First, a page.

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When ball didn’t bounce Washington State’s way, Cougars stayed resilient in win over Cal

California Golden Bears quarterback Brandon McIlwain (5) runs the ball against Washington State Cougars safety Jalen Thompson (34) and linebacker Jahad Woods (13) during the second half of a college football game on Saturday, November 3, 2018, at Martin Stadium in Pullman, Wash. WSU won the game 19-13. (Tyler Tjomsland / The Spokesman-Review)

PULLMAN – For No. 10 Washington State, Saturday night’s 19-13 win over California was all about weathering a storm. Multiple storms, actually.

The stop-and-go rain showers that pelted Martin Stadium constantly kept Gardner Minshew and his offense out of rhythm, and the Pac-12’s top scoring offense fell three touchdowns shy of matching its 40 point per-game clip.

Then there was the second storm – the one generated by Justin Wilcox and his Cal defense, which seems to game plan for Washington State’s Air Raid better than anybody else in the conference. It’s unlikely even the rival Washington Huskies will be able to walk out of this year’s Apple Cup claiming they’ve given up just 22 points to the Cougars and two touchdowns in their last two meetings. But that’s what the Golden Bears have accomplished now.

And on a night when the Cougars never could get the right bounce – literally on a few occasions, too – they had their mental fortitude tested by the football gods, who weren’t throwing the home team many bones in a back-and-forth game – no, back-and-forth war – at Martin Stadium.

“This time a year especially, if you play a schedule like we do, where everybody’s good, there’s none of these breather teams that exist in some conferences,” WSU coach Mike Leach said. “… It’s good as far as sticking in there and being confident. Keeping composure when it’s tough in a game, I think those are huge assets.”

The Cougars, now 8-1 and 5-1 in conference play, have a record that would indicate Pac-12 dominance, but five of their six league wins have been decided in the fourth quarter – as was their only loss, to USC – and four of those were decided by six points or less. And while they’ve shown a penchant for playing well late, it took something extra to squeak out a six-point victory over the Golden Bears Saturday night.

Penalized seven times for 80 yards, the Cougars were frequently playing at the mercy of the referee’s whistle. A second-quarter targeting ejection sent Dominick Silvels back to the home locker room, even though video evidence seem to suggest WSU’s Rush linebacker hit Cal tight end Ian Bunting legally, on the chest and visibly below the helmet.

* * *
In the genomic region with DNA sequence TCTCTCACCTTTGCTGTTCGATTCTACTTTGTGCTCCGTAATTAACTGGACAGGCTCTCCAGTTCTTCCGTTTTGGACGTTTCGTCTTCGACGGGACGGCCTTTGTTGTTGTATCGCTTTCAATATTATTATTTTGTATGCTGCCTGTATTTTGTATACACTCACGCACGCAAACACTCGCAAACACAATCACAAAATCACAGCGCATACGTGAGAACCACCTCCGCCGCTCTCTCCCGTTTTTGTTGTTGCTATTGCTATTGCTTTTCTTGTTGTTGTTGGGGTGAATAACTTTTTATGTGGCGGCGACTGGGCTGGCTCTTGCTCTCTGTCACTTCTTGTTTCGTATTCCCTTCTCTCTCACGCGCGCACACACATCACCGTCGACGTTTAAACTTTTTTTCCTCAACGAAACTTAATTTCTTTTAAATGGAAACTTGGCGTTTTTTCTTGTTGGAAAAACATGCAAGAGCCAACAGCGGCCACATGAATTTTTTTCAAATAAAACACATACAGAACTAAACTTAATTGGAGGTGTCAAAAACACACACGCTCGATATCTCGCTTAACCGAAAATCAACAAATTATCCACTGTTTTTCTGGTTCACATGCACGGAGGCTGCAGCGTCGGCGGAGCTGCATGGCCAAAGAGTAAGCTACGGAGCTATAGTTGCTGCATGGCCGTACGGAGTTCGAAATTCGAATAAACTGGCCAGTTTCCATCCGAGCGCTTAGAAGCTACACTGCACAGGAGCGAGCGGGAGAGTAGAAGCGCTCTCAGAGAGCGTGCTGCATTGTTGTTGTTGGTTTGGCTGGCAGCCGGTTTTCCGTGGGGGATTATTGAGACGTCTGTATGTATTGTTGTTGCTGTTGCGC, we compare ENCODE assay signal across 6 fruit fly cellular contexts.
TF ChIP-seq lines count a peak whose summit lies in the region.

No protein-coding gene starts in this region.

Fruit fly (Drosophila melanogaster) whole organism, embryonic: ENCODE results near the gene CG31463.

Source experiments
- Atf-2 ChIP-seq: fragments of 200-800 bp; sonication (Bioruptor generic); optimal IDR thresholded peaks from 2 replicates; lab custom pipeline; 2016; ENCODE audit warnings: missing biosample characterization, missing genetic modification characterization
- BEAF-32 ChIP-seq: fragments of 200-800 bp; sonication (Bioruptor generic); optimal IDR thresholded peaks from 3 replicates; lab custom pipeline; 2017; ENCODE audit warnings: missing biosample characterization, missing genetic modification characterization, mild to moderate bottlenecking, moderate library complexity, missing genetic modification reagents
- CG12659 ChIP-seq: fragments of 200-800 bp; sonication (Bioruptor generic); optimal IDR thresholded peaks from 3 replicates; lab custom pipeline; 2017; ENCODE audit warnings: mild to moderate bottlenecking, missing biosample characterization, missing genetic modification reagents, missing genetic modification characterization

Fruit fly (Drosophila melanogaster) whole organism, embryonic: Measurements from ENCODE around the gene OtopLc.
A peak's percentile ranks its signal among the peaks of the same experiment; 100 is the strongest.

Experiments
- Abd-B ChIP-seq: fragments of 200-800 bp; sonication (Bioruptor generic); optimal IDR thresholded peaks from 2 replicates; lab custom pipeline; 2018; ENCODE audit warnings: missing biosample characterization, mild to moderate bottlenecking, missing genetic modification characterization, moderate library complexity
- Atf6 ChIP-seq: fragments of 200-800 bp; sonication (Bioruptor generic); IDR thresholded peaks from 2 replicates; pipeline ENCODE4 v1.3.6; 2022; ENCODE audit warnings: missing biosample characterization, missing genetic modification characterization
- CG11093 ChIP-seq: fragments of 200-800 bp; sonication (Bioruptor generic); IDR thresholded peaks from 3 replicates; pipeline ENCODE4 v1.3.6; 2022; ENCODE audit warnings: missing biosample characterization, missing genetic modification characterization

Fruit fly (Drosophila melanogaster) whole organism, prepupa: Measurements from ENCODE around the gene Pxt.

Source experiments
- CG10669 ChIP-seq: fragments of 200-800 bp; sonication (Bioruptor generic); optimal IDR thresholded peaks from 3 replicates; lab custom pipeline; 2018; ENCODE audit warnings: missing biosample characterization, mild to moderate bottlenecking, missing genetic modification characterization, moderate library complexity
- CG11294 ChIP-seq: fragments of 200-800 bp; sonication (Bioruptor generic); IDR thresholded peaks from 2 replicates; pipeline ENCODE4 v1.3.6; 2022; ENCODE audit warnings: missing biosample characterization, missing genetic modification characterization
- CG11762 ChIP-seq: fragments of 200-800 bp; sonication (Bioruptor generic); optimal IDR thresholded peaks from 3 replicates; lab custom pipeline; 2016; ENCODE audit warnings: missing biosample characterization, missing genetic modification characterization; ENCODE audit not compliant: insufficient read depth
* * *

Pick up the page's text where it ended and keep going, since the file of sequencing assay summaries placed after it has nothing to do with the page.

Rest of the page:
“I can’t talk about any of the calls, you guys are going to have to speak for those of us who are silenced,” Leach said. “But you saw the game and so positive and negative, you can address all that.”

The Cougars lost a defensive starter and gave up 15 precious yards of real estate that moved the Golden Bears down to the 21-yard line, but WSU didn’t crack and mitigated the damage of Silvels’ ejection by only allowing Cal a field goal.

Similar circumstances would’ve caused other teams to fold – perhaps even last year’s WSU team, which went into a game in Berkeley ranked No. 8 in the nation and came out of it a 37-3 loser.

“Football is a tough sport in general; a lot of battling,” linebacker Dillon Sherman said. “Adversity comes your way over and over again, but our team us super close. We are a family, we really are. Other teams say that, but I really believe that we all love each other like brothers. So, when we get down and are grinding in those types of situations, we just look to one another and say, ‘Let’s get this.’”

The Cougars had to punch through more adversity in the third quarter.

Right when it looked like Willie Taylor III was going to return an interception 40 yards for a touchdown and put WSU up 20-10, the Rush linebacker dropped the ball on the 3-yard line and it tumbled into the end zone and took a few more odd bounces, slipping through Jahad Woods’ hands before rolling through the back.

But the Cougars eliminated what could’ve been a 14-point swing by holding Cal to a field goal on the other end after the Golden Bears got the ball back on a touchback. More signs of the late-game mettle that’s played such a large role in WSU’s five-game Pac-12 win streak.

“Especially for a team like ours when you look at the roster we’re really pretty young, so I think there’s kind of a maturity there as far as hanging in there that’s really good to see, and we’ve got to always shave the ability to do that,” Leach said. “That’s why you play games, cause unexpected things happen. I did think we were very persistent throughout the game even though there were times that it could get frustrating.

“We were a steady team which is generally a mark of a good team.”

And now one that’s bordering on great.